However, their spores are known allergens. U. botrytis is regarded as a source of home allergen sensitization and is used as a sample for skin-prick tests for mold and work-related allergens. This is because U. botrytis produces two main allergens, one of which is the “Alt a 1” that is also contained in Alternaria. Symptoms of allergies caused by this mold are similar to the symptoms caused by compatible with rhinitis and asthma [8,9]. Studies consider Ulocladium, Alternaria, and Stemphylium genera, as one of the most common mold allergens in the US [2].

How to remove Ulocladium mold?

Ulocladium spores are ubiquitous in outside environments, so there is little chance of avoiding exposure to it. However, if this mold invades building material, or spreads somewhere else in the household, prolonged exposure may cause adverse health effects.

Removing mold on your own is generally considered risky, as besides exposing yourself to dangerous chemical fumes, finding all potential sources of contamination is very difficult.

We at Mold Busters are dedicated and specialized in measuring air quality, locating and completely removing all household mold contamination, so contact us and book an inspection today.

MB Did you know?

Did you know?


Only 11% of tested bedrooms in Canada didn’t have any mold type present?! Find out more exciting mold stats and facts on our mold statistics page.

References

  1. Runa, F., Park, M. S., & Pryor, B. M. (2009). Ulocladium systematics revisited: phylogeny and taxonomic status. Mycological progress, 8(1), 35-47.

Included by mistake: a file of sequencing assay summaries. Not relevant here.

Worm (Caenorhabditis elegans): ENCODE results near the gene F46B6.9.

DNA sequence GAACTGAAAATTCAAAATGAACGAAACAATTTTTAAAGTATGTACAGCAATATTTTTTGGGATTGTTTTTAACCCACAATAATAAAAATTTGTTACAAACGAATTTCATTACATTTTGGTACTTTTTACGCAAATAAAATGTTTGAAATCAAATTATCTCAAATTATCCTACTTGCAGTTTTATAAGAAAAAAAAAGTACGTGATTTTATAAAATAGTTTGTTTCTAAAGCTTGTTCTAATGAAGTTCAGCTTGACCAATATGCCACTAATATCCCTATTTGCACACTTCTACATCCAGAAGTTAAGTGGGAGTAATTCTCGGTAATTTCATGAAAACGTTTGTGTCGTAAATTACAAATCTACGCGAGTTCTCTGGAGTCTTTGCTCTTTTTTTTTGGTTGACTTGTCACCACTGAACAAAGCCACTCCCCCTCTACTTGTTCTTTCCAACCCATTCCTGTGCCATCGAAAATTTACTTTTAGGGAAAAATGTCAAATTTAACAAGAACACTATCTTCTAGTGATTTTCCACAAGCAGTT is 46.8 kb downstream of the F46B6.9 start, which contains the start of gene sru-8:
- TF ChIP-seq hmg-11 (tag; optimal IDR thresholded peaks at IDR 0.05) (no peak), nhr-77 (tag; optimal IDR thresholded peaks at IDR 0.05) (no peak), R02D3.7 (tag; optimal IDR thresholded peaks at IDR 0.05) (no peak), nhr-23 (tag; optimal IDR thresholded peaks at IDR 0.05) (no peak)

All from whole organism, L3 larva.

2. Ulocladium chartarum | Mould Compendium | INSPQ
    https://www.inspq.qc.ca/
  3. Srinivasa, N., Nayan, D. G., Basavaraj, K., Kumar, J., & Raghavendra, B. T. Ulocladium atrum: A potential biological control agent.
  4. Preuss, C. G. T. (1851). Die Pilze Deutschlands. Heft. 30. Jacob Sturm’s Deutschlands Flora, Abt, 3, 73-96.
  5. Runa, F., Park, M. S., & Pryor, B. M. (2009). Ulocladium systematics revisited: phylogeny and taxonomic status. Mycological progress, 8(1), 35-47.
  6. Pieckova, E. and Wilkins, K. (2004). Airway toxicity of house dust and its fungal composition. Ann Agric.Environ Med. 11[1], 67-73.
  7. Duran, M. T., Del, Pozo J., Yebra, M. T., Crespo, M. G., Paniagua, M. J., Cabezon, M. A., and Guarro, J. (2003). Cutaneous infection caused by Ulocladium chartarum in a heart transplant recipient: case report and review. Acta Derm.Venereol. 83[3], 218-221.
  8. Moreno, A., Pineda, F., Alcover, J., Rodríguez, D., Palacios, R., & Martínez-Naves, E. (2016). Orthologous allergens and diagnostic utility of major allergen Alt a 1. Allergy, asthma & immunology research, 8(5), 428-437.
  9. Chruszcz, M., Chapman, M. D., Osinski, T., Solberg, R., Demas, M., Porebski, P. J., … & Minor, W. (2012). Alternaria alternata allergen Alt a 1: a unique β-barrel protein dimer found exclusively in fungi. Journal of Allergy and Clinical Immunology, 130(1), 241-247.

Written by:
Dusan Sadikovic
Mycologist – MSc, PhD
Mold Busters

Fact checked by:
Michael Golubev
General Manager
Mold Busters


Previous article:
Next article: